Actually, the island was named after this animal. Back then, they were mistaken for large rats by a Dutch visitor who named the island the "rat's nest" in Dutch, which later became Rottnest. The island still is the main place of the quokka's habitat. There are around 12,000 quokkas on Rottnest and 14,000 in the wild in general. So it's quite easy to spot them here.
Quokkas are very social and not afraid of humans. Just like racoons, they scavenge for food and most likely will take treats from tourists. But you should remember that they are vulnerable and giving them food could be harmful. In fact, you're not even allowed to touch them according to Australian law.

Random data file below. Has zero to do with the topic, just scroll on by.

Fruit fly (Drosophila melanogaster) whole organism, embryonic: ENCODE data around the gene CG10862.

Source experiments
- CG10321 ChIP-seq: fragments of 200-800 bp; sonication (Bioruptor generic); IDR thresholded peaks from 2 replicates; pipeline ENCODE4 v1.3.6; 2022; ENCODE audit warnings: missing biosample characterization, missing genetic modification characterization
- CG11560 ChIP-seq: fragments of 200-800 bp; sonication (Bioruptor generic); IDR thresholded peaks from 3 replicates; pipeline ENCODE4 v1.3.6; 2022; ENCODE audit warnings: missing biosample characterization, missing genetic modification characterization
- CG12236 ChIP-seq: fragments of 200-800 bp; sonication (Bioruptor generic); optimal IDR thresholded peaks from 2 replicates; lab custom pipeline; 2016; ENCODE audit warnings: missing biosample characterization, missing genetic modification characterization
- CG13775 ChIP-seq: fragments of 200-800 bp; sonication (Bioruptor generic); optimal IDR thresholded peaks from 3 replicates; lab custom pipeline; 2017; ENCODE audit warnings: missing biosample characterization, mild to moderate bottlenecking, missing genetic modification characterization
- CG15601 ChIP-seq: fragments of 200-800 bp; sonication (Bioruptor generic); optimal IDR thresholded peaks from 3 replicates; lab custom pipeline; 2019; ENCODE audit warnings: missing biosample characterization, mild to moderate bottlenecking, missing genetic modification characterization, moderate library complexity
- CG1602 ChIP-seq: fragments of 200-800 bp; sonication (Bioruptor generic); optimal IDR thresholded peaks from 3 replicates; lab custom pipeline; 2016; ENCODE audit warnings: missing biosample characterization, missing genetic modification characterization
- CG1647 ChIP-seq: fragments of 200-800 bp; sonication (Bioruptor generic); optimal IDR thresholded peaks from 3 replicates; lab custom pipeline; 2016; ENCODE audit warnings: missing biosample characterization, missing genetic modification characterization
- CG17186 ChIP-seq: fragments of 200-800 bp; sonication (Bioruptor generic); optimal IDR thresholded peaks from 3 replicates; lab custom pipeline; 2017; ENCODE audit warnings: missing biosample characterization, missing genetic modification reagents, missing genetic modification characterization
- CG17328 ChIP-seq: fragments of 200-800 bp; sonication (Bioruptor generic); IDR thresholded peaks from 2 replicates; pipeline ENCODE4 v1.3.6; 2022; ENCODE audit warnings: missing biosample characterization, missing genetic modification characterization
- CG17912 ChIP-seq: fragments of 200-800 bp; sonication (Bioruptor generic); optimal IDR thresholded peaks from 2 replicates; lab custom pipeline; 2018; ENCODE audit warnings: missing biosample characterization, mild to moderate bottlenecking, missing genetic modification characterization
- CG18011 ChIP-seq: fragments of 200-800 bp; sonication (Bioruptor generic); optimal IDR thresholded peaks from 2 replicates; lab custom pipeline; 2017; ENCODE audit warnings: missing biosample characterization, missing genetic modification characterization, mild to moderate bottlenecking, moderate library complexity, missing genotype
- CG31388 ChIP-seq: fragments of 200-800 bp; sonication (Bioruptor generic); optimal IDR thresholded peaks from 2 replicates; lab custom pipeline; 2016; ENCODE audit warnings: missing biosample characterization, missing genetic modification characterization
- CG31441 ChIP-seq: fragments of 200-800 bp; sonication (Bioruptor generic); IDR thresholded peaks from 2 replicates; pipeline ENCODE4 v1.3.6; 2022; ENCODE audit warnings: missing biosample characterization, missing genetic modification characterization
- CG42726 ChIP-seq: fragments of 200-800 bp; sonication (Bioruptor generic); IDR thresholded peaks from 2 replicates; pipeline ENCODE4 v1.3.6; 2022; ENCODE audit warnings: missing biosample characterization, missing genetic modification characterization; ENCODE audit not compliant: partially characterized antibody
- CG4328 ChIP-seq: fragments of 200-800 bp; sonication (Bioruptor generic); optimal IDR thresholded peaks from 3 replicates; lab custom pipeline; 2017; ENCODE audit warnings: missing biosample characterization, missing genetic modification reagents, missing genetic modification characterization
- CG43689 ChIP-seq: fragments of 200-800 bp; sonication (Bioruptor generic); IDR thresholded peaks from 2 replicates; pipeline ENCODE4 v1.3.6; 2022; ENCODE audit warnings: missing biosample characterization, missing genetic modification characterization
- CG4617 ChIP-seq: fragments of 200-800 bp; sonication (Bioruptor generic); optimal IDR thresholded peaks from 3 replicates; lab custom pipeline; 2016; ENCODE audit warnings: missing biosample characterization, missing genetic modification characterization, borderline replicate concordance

Although you are allowed to take selfies which quokkas won't mind either. Because of their irresistible smile and charm, they got the status of the happiest animal in the world. Quokkas breed from January to August and their babies, called joeys, live in their mothers' pouch for six months, so if you come between April and December you can even spot some few-months-old quokka babies.